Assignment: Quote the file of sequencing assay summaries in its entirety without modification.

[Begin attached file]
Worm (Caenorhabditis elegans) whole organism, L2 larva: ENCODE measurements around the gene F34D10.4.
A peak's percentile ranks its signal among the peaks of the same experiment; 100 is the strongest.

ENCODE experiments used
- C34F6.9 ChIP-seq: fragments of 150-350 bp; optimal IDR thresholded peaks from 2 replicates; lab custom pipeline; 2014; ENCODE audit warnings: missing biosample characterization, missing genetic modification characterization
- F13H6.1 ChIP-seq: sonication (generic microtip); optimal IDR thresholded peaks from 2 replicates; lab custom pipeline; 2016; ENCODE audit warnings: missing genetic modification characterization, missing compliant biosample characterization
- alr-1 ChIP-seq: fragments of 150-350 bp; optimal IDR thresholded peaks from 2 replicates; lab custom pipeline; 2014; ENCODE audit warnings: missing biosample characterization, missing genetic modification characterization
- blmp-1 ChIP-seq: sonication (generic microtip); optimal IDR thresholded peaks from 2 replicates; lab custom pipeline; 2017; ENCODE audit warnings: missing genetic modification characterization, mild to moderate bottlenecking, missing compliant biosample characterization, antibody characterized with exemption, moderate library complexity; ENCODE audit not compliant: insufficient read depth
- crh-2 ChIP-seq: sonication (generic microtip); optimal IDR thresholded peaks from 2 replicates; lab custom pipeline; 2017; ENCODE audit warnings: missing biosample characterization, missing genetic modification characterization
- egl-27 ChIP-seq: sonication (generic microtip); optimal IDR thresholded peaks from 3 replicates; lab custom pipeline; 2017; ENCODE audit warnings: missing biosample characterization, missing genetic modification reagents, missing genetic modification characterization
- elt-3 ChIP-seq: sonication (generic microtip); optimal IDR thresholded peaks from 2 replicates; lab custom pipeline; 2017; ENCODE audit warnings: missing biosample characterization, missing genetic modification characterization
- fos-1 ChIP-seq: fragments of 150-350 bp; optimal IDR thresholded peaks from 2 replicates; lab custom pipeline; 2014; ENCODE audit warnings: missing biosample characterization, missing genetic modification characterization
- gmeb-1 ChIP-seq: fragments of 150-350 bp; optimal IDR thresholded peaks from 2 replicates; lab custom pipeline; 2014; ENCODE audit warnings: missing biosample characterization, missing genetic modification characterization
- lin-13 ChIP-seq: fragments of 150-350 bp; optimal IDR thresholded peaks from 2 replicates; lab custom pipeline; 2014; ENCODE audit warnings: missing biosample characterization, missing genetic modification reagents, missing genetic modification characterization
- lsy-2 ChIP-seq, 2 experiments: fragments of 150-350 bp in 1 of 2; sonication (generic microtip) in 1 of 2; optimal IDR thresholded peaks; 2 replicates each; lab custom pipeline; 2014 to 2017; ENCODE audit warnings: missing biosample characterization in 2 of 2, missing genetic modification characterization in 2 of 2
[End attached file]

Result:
Worm (Caenorhabditis elegans) whole organism, L2 larva: ENCODE measurements around the gene F34D10.4.
A peak's percentile ranks its signal among the peaks of the same experiment; 100 is the strongest.

ENCODE experiments used
- C34F6.9 ChIP-seq: fragments of 150-350 bp; optimal IDR thresholded peaks from 2 replicates; lab custom pipeline; 2014; ENCODE audit warnings: missing biosample characterization, missing genetic modification characterization
- F13H6.1 ChIP-seq: sonication (generic microtip); optimal IDR thresholded peaks from 2 replicates; lab custom pipeline; 2016; ENCODE audit warnings: missing genetic modification characterization, missing compliant biosample characterization
- alr-1 ChIP-seq: fragments of 150-350 bp; optimal IDR thresholded peaks from 2 replicates; lab custom pipeline; 2014; ENCODE audit warnings: missing biosample characterization, missing genetic modification characterization
- blmp-1 ChIP-seq: sonication (generic microtip); optimal IDR thresholded peaks from 2 replicates; lab custom pipeline; 2017; ENCODE audit warnings: missing genetic modification characterization, mild to moderate bottlenecking, missing compliant biosample characterization, antibody characterized with exemption, moderate library complexity; ENCODE audit not compliant: insufficient read depth
- crh-2 ChIP-seq: sonication (generic microtip); optimal IDR thresholded peaks from 2 replicates; lab custom pipeline; 2017; ENCODE audit warnings: missing biosample characterization, missing genetic modification characterization
- egl-27 ChIP-seq: sonication (generic microtip); optimal IDR thresholded peaks from 3 replicates; lab custom pipeline; 2017; ENCODE audit warnings: missing biosample characterization, missing genetic modification reagents, missing genetic modification characterization
- elt-3 ChIP-seq: sonication (generic microtip); optimal IDR thresholded peaks from 2 replicates; lab custom pipeline; 2017; ENCODE audit warnings: missing biosample characterization, missing genetic modification characterization
- fos-1 ChIP-seq: fragments of 150-350 bp; optimal IDR thresholded peaks from 2 replicates; lab custom pipeline; 2014; ENCODE audit warnings: missing biosample characterization, missing genetic modification characterization
- gmeb-1 ChIP-seq: fragments of 150-350 bp; optimal IDR thresholded peaks from 2 replicates; lab custom pipeline; 2014; ENCODE audit warnings: missing biosample characterization, missing genetic modification characterization
- lin-13 ChIP-seq: fragments of 150-350 bp; optimal IDR thresholded peaks from 2 replicates; lab custom pipeline; 2014; ENCODE audit warnings: missing biosample characterization, missing genetic modification reagents, missing genetic modification characterization
- lsy-2 ChIP-seq, 2 experiments: fragments of 150-350 bp in 1 of 2; sonication (generic microtip) in 1 of 2; optimal IDR thresholded peaks; 2 replicates each; lab custom pipeline; 2014 to 2017; ENCODE audit warnings: missing biosample characterization in 2 of 2, missing genetic modification characterization in 2 of 2